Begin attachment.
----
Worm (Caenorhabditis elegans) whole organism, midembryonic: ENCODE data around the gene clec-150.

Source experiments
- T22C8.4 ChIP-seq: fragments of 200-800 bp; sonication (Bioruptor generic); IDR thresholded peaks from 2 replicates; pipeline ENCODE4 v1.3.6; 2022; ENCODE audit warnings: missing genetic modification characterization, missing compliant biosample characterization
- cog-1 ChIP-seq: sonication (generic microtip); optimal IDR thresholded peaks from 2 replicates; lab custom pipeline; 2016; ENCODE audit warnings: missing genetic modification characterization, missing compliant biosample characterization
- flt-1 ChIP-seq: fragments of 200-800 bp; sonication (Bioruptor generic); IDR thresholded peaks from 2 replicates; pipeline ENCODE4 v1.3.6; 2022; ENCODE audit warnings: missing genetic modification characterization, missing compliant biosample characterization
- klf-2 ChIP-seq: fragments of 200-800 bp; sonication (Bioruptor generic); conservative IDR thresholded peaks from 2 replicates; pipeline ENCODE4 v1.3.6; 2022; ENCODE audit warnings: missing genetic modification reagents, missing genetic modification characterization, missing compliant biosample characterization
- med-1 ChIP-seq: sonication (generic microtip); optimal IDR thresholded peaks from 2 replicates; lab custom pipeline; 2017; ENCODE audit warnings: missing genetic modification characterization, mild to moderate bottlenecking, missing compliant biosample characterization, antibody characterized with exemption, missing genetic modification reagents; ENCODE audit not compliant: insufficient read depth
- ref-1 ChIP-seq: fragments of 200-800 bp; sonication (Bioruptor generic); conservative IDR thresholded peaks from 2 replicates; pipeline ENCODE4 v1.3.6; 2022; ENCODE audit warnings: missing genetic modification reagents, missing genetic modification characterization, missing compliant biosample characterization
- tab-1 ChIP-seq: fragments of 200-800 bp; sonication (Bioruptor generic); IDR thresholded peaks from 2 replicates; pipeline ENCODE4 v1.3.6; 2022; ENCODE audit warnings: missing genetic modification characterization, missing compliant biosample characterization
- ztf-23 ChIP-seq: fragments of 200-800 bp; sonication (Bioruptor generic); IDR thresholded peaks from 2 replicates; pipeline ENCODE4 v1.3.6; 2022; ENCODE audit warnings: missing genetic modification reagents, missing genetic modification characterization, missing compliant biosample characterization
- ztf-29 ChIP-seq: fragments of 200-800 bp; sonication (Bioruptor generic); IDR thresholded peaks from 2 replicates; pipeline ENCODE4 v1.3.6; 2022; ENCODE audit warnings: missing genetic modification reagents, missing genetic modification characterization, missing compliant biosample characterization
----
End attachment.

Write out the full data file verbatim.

Worm (Caenorhabditis elegans) whole organism, midembryonic: ENCODE data around the gene clec-150.

Source experiments
- T22C8.4 ChIP-seq: fragments of 200-800 bp; sonication (Bioruptor generic); IDR thresholded peaks from 2 replicates; pipeline ENCODE4 v1.3.6; 2022; ENCODE audit warnings: missing genetic modification characterization, missing compliant biosample characterization
- cog-1 ChIP-seq: sonication (generic microtip); optimal IDR thresholded peaks from 2 replicates; lab custom pipeline; 2016; ENCODE audit warnings: missing genetic modification characterization, missing compliant biosample characterization
- flt-1 ChIP-seq: fragments of 200-800 bp; sonication (Bioruptor generic); IDR thresholded peaks from 2 replicates; pipeline ENCODE4 v1.3.6; 2022; ENCODE audit warnings: missing genetic modification characterization, missing compliant biosample characterization
- klf-2 ChIP-seq: fragments of 200-800 bp; sonication (Bioruptor generic); conservative IDR thresholded peaks from 2 replicates; pipeline ENCODE4 v1.3.6; 2022; ENCODE audit warnings: missing genetic modification reagents, missing genetic modification characterization, missing compliant biosample characterization
- med-1 ChIP-seq: sonication (generic microtip); optimal IDR thresholded peaks from 2 replicates; lab custom pipeline; 2017; ENCODE audit warnings: missing genetic modification characterization, mild to moderate bottlenecking, missing compliant biosample characterization, antibody characterized with exemption, missing genetic modification reagents; ENCODE audit not compliant: insufficient read depth
- ref-1 ChIP-seq: fragments of 200-800 bp; sonication (Bioruptor generic); conservative IDR thresholded peaks from 2 replicates; pipeline ENCODE4 v1.3.6; 2022; ENCODE audit warnings: missing genetic modification reagents, missing genetic modification characterization, missing compliant biosample characterization
- tab-1 ChIP-seq: fragments of 200-800 bp; sonication (Bioruptor generic); IDR thresholded peaks from 2 replicates; pipeline ENCODE4 v1.3.6; 2022; ENCODE audit warnings: missing genetic modification characterization, missing compliant biosample characterization
- ztf-23 ChIP-seq: fragments of 200-800 bp; sonication (Bioruptor generic); IDR thresholded peaks from 2 replicates; pipeline ENCODE4 v1.3.6; 2022; ENCODE audit warnings: missing genetic modification reagents, missing genetic modification characterization, missing compliant biosample characterization
- ztf-29 ChIP-seq: fragments of 200-800 bp; sonication (Bioruptor generic); IDR thresholded peaks from 2 replicates; pipeline ENCODE4 v1.3.6; 2022; ENCODE audit warnings: missing genetic modification reagents, missing genetic modification characterization, missing compliant biosample characterization